“How ethical do you think you are compared to the other readers?” challenge the authors in the beginning of this book. The answer to this question forms the core of the book. It appears that most people have an elevated opinion of their ethics and confuse reality with idealism. The authors encourage readers to be aware of such blind spots or “the gap between who you are and who you want to be.”
Perhaps this gap can explain the slew of scandals that are being unearthed everyday in every sphere of our lives from the banking industry to the government. Whatever be the motive, the common thread that links the key actors, is their stance of denial and refusal to admit to any wrongdoing. A logical question that follows is why this happens and how we can address such behaviour. The authors explain that such cases are of “bounded” ethicality, where individuals take decisions which, at a later date, seem to be far removed from who they really are or what they actually believe in. A key reason for this is the lack of deliberate and thoughtful decision-making, coupled with lack of awareness about their own thought processes. The book continues to delve deep into the psychology underlying unethical behaviour and discusses various modes of thinking that can lead to such unethical decisions.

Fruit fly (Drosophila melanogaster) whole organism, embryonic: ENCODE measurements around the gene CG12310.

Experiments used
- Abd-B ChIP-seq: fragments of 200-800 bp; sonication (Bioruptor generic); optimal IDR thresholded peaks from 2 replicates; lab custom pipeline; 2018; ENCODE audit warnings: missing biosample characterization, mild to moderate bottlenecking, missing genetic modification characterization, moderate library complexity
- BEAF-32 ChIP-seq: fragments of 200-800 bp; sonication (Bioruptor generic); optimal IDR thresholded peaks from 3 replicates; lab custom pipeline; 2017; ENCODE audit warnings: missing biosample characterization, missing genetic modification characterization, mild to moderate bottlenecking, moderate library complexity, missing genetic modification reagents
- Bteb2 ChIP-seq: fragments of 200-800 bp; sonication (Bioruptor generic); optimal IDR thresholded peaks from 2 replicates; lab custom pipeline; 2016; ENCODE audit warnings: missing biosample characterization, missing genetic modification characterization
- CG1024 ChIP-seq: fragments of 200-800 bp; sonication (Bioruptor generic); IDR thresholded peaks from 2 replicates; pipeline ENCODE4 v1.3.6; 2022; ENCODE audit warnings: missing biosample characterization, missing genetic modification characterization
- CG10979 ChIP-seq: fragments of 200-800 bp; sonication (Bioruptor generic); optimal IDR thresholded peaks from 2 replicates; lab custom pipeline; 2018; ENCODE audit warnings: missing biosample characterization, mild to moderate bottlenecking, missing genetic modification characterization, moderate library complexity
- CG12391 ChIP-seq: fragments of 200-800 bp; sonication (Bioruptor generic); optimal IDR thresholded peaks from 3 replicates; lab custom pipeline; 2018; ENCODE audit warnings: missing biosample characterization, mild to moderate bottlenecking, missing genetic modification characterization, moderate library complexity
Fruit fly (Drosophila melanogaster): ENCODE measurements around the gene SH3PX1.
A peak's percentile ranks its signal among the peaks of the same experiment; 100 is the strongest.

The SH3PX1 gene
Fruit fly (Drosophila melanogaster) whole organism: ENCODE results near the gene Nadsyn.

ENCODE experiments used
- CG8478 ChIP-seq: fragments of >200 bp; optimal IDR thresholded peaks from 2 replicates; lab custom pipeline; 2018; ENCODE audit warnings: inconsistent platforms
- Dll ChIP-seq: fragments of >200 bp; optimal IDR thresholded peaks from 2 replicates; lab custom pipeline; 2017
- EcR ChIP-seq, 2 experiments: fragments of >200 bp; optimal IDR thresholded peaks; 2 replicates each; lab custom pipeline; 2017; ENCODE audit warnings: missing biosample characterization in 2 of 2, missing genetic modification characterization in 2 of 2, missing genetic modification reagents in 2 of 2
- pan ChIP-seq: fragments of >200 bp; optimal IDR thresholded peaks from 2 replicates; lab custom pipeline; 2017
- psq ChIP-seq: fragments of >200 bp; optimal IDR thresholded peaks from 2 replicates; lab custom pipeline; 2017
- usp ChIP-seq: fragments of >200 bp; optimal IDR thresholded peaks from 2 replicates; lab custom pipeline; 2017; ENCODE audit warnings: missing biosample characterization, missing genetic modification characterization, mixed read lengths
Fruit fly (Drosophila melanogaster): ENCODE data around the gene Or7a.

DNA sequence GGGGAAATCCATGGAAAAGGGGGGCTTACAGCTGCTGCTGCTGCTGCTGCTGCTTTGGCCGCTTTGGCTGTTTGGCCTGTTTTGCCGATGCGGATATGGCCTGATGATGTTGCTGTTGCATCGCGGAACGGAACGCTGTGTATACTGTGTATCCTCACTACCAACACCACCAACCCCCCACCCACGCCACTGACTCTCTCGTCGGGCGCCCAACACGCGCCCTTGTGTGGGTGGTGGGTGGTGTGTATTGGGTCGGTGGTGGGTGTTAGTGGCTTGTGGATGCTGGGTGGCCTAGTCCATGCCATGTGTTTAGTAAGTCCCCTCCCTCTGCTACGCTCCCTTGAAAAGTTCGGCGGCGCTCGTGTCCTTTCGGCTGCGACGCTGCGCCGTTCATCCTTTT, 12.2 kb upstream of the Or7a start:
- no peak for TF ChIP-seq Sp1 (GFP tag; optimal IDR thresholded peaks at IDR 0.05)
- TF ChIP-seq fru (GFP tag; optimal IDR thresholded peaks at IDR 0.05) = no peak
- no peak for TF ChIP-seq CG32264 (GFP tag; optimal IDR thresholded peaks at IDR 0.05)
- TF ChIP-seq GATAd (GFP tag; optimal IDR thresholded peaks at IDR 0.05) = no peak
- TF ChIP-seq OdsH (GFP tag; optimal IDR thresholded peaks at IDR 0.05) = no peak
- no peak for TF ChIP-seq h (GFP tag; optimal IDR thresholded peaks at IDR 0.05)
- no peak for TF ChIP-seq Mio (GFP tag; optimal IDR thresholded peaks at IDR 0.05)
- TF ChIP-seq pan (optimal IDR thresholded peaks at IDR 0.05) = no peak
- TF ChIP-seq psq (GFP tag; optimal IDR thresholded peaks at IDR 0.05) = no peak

The authors also highlight how incentivising good behaviour does not have the intended effect – because a moral dilemma is translated into an economic decision. One such example considers the case of a day-care centre that began fining parents who were late in picking up their children. However, after the introduction of the fine, it was found that instances of parents arriving late had increased. The decision to pick up their children was not based on moral correctness, but rather, on whether they could pay the fine or not! This scenario explains why certain steps taken by organisations to encourage ethical behaviour are actually counterproductive.
While the authors focus on why individuals behave unethically, they do not address the question of the reason underlying unacceptable behaviour and what can be done to prevent such occurrences. Self-awareness and deliberate decision-making can increase people’s consciousness but can they help in reforming a criminal? Can the value systems and personal beliefs of an individual be changed? In addressing the problem of unethical behaviour, these are the questions that need to be answered.
Our thinking and perspectives on acceptable behaviour need to change dramatically in order to ensure progress and harmony. The book discusses some baby steps that we could take to initiate
By Max-H Bazerman and Ann E Tenbrunsel
Reviewed by: Shreerang Godbole, PGP Class of 2012
PUBLISHERS: Princeton University Press